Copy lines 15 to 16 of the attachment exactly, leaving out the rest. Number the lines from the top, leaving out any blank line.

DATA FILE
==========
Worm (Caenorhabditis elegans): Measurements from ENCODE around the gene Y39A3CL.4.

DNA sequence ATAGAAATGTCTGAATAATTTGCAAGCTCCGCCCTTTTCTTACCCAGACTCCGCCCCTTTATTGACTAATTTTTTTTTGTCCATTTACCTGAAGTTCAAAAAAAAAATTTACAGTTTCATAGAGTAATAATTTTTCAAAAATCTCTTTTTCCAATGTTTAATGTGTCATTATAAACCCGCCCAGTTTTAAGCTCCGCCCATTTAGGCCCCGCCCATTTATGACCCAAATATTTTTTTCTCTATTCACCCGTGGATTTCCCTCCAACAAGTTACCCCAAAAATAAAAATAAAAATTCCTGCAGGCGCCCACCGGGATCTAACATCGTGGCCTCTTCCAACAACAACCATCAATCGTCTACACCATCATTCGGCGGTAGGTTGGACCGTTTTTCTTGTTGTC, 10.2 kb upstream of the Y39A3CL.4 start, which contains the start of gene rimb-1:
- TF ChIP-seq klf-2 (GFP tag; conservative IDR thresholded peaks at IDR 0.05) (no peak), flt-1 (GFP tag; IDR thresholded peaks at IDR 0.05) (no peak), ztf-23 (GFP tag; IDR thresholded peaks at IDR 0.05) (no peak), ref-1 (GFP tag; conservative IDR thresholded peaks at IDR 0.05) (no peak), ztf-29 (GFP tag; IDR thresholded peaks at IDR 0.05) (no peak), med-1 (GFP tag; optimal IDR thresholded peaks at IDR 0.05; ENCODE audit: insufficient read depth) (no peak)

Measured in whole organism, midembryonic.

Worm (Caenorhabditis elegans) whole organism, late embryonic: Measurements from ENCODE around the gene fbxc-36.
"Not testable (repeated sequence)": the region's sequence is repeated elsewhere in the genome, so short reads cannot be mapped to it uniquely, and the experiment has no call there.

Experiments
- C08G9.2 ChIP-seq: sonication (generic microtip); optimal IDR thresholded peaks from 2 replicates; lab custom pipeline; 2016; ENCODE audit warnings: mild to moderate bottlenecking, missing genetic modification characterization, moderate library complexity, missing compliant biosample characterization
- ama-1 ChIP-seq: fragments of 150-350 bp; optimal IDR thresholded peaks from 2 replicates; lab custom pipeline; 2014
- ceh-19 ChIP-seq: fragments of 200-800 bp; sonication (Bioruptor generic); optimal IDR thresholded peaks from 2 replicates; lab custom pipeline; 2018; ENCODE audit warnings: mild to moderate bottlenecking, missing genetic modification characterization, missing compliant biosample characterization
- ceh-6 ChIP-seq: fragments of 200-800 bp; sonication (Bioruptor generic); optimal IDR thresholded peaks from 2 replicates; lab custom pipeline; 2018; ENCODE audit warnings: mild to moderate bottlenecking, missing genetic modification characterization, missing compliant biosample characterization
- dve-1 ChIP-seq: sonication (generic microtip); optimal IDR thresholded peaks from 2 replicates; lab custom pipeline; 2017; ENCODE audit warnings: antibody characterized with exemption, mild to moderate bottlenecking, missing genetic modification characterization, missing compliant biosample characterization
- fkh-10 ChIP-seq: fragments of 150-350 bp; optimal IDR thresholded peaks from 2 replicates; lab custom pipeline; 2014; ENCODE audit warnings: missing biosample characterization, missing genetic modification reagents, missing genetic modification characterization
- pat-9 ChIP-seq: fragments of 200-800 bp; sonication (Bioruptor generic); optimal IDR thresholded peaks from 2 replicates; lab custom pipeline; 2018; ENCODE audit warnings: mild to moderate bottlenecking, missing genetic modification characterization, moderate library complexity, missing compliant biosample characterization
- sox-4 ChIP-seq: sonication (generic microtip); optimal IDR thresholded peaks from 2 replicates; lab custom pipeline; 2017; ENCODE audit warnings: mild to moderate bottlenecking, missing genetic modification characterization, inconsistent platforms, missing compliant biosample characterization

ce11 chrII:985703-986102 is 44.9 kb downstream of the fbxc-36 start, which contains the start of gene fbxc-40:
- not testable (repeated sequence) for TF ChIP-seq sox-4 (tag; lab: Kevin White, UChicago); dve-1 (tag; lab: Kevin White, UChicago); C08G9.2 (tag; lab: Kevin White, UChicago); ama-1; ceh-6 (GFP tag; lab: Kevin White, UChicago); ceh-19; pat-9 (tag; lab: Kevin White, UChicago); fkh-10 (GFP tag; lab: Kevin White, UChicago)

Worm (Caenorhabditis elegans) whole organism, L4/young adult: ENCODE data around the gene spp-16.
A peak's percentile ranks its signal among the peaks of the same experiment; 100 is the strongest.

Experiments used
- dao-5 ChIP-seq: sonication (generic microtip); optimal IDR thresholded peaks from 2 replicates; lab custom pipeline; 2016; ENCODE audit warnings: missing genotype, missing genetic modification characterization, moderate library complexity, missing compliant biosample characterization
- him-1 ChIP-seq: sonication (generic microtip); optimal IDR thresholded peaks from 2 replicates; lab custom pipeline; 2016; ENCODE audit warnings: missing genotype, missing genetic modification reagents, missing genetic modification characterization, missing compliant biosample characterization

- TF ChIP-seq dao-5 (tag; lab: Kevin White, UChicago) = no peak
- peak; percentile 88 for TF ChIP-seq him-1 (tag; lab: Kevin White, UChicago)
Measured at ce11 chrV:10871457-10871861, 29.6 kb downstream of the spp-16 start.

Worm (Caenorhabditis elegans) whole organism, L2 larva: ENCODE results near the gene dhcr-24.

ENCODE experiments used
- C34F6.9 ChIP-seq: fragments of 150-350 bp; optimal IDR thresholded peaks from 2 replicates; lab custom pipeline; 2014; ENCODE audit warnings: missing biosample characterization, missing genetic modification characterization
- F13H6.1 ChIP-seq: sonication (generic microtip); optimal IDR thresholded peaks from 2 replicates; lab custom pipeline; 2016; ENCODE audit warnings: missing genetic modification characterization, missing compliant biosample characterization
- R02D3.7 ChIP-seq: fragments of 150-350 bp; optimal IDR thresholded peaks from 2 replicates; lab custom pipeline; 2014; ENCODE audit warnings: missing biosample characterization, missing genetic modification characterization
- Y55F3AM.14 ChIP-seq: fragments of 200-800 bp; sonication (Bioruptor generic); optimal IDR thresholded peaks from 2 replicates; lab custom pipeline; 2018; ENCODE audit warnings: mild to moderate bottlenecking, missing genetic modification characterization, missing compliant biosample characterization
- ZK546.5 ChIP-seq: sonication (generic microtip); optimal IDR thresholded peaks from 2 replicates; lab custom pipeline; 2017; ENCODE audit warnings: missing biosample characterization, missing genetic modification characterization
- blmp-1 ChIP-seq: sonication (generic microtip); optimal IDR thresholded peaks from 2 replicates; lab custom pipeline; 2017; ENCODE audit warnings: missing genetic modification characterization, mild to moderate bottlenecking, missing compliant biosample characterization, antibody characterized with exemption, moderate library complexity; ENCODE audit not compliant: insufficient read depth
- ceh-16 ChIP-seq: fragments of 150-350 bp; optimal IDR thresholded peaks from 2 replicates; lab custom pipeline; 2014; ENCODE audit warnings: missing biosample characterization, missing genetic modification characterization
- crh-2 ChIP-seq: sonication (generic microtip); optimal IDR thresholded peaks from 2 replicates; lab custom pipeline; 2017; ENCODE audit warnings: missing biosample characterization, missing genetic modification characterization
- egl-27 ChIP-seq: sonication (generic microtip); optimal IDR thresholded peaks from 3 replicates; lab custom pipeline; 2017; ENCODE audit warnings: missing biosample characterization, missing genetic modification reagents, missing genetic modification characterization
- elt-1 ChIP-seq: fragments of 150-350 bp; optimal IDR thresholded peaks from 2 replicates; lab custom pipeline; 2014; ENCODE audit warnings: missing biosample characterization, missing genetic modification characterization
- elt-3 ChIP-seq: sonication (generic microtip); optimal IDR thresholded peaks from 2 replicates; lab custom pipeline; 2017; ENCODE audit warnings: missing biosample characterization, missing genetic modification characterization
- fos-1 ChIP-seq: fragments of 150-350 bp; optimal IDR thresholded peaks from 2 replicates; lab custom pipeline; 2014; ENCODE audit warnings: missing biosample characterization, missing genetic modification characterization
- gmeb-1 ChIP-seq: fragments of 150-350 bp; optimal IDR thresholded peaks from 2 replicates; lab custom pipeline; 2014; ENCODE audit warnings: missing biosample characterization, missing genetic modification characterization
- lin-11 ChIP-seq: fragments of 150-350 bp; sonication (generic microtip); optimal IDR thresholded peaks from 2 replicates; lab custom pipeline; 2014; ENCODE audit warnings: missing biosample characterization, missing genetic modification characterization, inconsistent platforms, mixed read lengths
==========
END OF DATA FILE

- sox-4 ChIP-seq: sonication (generic microtip); optimal IDR thresholded peaks from 2 replicates; lab custom pipeline; 2017; ENCODE audit warnings: mild to moderate bottlenecking, missing genetic modification characterization, inconsistent platforms, missing compliant biosample characterization

ce11 chrII:985703-986102 is 44.9 kb downstream of the fbxc-36 start, which contains the start of gene fbxc-40: